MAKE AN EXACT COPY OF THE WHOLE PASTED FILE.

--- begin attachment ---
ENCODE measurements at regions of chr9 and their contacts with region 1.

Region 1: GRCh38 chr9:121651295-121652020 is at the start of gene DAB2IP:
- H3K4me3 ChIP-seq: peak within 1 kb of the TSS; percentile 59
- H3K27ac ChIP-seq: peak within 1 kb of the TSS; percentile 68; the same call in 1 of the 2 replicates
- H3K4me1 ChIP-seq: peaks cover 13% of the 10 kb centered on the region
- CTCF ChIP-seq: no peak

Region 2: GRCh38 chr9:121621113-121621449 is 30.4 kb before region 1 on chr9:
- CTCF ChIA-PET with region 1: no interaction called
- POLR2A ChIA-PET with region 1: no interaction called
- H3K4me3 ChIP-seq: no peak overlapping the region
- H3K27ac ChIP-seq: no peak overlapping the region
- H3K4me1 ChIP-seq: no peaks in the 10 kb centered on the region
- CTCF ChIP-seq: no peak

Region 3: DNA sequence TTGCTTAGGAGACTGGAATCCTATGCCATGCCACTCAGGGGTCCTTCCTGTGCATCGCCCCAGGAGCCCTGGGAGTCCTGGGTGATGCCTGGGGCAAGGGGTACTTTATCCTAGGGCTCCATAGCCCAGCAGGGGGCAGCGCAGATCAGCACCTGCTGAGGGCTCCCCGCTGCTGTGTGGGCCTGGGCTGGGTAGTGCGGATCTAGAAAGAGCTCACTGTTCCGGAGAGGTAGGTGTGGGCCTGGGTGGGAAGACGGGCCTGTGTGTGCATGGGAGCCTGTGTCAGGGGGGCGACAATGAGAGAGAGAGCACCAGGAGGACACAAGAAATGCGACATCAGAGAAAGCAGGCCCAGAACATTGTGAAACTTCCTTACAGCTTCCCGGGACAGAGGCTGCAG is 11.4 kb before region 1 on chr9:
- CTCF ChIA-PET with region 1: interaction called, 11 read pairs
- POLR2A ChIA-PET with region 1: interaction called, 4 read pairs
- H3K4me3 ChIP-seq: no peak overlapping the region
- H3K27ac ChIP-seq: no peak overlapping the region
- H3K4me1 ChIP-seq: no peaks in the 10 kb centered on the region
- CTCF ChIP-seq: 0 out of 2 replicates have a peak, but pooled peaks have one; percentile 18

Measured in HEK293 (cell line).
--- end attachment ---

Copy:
ENCODE measurements at regions of chr9 and their contacts with region 1.

Region 1: GRCh38 chr9:121651295-121652020 is at the start of gene DAB2IP:
- H3K4me3 ChIP-seq: peak within 1 kb of the TSS; percentile 59
- H3K27ac ChIP-seq: peak within 1 kb of the TSS; percentile 68; the same call in 1 of the 2 replicates
- H3K4me1 ChIP-seq: peaks cover 13% of the 10 kb centered on the region
- CTCF ChIP-seq: no peak

Region 2: GRCh38 chr9:121621113-121621449 is 30.4 kb before region 1 on chr9:
- CTCF ChIA-PET with region 1: no interaction called
- POLR2A ChIA-PET with region 1: no interaction called
- H3K4me3 ChIP-seq: no peak overlapping the region
- H3K27ac ChIP-seq: no peak overlapping the region
- H3K4me1 ChIP-seq: no peaks in the 10 kb centered on the region
- CTCF ChIP-seq: no peak

Region 3: DNA sequence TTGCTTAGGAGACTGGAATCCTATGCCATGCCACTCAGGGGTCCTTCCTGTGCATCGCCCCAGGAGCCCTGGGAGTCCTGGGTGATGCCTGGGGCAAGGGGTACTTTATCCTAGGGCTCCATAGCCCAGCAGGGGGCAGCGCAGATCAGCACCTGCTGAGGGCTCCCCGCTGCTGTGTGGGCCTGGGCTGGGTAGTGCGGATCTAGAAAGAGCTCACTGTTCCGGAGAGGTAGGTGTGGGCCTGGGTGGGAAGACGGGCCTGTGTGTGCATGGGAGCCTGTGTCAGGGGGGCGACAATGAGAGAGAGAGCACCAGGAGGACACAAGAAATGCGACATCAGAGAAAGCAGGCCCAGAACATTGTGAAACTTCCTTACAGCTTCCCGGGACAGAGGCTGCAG is 11.4 kb before region 1 on chr9:
- CTCF ChIA-PET with region 1: interaction called, 11 read pairs
- POLR2A ChIA-PET with region 1: interaction called, 4 read pairs
- H3K4me3 ChIP-seq: no peak overlapping the region
- H3K27ac ChIP-seq: no peak overlapping the region
- H3K4me1 ChIP-seq: no peaks in the 10 kb centered on the region
- CTCF ChIP-seq: 0 out of 2 replicates have a peak, but pooled peaks have one; percentile 18

Measured in HEK293 (cell line).